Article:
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Last week, news broke that famous UK-based artificial intelligence research lab DeepMind was stacking up huge losses for its parent company Alphabet Inc. According to documents filed with the UK’s Companies House registry, DeepMind’s incurred $570 million in losses in 2018, up from $341 million in 2017.

DeepMind is the AI outfit that is behind some of the most remarkable feats in the past years, including the AI that beat the human champion at Go developing a deep learning model that beat human champions at StarCraft 2. Alphabet, which also owns tech giant Google, acquired DeepMind for $650 million in 2014. Since then, it has been pouring money into the AI research lab without significant returns. DeepMind has 1.04 billion pounds in debts due this year, which includes an 883 million-pound loan from Alphabet.

DeepMind’s huge costs bring to light some of the most serious challenges the AI industry is grappling with. Here are some of the key takeaways.

AI talent scarcity is concentrating research in a powerful few

According to the released information, DeepMind paid $483 million to approx. 700 employees, which means an average of around $700,000 per employee. Of course, the pay is not evenly distributed and some of DeepMind’s AI engineers earn seven-digit salaries.

Currently, the AI talent that can lead the kind of innovative projects research labs like DeepMind work on is very scarce. This has created a race between tech giants to offer bigger salaries to AI engineers in hopes of attracting them to their research teams. Paying more than $1 million to AI researchers has become common in large tech companies like Google and well-funded AI research labs such as OpenAI.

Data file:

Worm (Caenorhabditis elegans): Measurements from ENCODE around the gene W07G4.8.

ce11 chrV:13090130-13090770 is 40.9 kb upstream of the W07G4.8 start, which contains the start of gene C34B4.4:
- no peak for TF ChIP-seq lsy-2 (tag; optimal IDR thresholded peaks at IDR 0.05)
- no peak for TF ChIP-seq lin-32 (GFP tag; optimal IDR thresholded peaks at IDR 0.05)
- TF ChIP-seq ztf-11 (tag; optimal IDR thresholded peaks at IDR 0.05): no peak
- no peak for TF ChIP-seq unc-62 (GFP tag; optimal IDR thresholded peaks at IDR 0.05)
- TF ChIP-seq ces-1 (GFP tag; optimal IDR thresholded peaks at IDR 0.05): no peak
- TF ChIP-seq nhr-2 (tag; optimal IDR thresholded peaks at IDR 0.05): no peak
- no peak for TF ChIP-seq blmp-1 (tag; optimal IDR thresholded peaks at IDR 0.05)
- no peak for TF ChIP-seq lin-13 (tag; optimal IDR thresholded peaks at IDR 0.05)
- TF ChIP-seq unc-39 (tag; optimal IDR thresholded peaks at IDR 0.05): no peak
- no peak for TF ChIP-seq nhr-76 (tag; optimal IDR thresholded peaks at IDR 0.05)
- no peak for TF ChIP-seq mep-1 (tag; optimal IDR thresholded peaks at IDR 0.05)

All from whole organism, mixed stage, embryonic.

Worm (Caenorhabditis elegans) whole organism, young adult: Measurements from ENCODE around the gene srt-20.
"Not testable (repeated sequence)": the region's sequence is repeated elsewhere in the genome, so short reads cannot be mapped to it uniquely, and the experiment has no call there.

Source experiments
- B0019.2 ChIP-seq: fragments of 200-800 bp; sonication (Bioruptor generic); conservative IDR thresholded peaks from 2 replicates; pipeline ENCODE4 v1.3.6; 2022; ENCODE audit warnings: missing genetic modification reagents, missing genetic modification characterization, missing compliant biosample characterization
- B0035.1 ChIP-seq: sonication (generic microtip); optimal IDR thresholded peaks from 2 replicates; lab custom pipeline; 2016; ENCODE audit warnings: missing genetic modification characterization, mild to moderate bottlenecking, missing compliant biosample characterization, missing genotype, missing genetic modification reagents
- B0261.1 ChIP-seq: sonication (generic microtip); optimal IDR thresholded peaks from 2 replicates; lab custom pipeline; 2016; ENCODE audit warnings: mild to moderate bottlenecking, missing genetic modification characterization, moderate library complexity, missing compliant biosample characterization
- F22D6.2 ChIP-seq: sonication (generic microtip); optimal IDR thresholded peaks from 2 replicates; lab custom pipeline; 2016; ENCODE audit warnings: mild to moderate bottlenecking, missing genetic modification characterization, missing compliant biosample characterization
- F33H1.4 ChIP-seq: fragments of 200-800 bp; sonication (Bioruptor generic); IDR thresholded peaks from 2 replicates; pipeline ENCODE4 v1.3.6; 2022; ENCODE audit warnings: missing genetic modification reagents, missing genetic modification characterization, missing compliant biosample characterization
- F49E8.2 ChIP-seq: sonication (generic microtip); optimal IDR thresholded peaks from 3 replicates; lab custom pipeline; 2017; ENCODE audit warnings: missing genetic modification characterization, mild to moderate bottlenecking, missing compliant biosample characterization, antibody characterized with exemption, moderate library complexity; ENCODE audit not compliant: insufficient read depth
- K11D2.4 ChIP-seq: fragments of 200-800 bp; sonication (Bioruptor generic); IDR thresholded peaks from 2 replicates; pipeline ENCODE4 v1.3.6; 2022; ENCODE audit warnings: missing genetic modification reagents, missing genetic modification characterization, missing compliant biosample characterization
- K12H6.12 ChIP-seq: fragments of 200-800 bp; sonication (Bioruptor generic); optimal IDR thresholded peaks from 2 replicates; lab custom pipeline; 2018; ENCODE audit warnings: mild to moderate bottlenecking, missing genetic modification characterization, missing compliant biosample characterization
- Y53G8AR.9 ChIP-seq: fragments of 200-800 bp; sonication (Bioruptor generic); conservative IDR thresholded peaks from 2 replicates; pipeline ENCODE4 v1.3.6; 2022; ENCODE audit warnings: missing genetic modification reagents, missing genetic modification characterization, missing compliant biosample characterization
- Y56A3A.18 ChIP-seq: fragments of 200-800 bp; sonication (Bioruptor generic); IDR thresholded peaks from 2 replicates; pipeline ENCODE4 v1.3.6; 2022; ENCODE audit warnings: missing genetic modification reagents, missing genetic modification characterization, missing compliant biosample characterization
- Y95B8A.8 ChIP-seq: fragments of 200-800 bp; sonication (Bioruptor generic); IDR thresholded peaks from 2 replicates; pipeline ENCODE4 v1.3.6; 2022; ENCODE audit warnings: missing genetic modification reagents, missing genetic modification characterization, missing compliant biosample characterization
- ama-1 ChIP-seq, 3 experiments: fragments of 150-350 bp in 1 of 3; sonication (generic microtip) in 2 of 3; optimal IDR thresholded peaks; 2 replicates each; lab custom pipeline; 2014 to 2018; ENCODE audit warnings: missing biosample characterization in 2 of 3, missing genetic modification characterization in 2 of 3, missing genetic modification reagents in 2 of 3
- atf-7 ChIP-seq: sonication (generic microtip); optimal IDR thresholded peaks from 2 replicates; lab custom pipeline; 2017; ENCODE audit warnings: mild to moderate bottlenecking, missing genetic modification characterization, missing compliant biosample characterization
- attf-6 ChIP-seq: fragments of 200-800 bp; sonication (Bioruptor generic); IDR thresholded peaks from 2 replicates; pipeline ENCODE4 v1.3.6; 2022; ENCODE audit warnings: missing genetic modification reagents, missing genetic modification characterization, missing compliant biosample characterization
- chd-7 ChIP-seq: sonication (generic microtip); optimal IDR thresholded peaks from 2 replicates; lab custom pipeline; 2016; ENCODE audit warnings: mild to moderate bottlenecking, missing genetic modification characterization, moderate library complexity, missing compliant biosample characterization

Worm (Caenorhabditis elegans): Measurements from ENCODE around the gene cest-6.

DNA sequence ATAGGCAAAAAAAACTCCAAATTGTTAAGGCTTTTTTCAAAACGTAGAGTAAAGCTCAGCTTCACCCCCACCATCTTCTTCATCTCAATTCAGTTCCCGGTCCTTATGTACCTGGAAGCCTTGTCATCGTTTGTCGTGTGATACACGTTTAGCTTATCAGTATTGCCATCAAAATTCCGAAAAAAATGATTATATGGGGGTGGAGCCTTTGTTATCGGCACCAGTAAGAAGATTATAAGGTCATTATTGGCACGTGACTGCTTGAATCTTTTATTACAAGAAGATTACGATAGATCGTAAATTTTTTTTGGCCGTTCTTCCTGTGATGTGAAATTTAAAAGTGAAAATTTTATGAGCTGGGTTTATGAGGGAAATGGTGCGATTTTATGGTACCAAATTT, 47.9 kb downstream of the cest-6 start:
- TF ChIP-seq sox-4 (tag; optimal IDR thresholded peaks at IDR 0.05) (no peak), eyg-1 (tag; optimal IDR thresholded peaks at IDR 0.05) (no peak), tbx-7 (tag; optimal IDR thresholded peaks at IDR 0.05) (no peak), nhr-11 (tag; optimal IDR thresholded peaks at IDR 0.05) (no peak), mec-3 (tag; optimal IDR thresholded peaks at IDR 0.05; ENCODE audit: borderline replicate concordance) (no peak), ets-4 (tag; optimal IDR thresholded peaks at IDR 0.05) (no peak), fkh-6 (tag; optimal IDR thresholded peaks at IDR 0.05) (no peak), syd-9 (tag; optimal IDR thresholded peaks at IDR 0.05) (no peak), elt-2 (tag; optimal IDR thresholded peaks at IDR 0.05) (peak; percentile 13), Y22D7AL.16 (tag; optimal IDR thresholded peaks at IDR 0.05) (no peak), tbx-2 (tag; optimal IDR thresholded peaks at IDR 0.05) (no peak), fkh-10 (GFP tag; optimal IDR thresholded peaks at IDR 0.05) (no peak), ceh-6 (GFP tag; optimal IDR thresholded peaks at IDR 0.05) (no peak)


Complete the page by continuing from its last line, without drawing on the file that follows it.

The stellar costs of hiring AI researchers is problematic in several ways. The AI arms race between the Big Tech is making it harder for smaller companies and organizations to contribute their share to AI research. After all, not every company can afford to pay its AI researchers seven-digit salaries.

But perhaps the more damaging effect is the brain drain in academic AI. The growing interest and the deep pockets of large tech companies is attracting AI talent toward commercial entities. Universities are finding it harder and harder to hold on to their AI researchers as they can’t match the lucrative incentives Big Tech offers.

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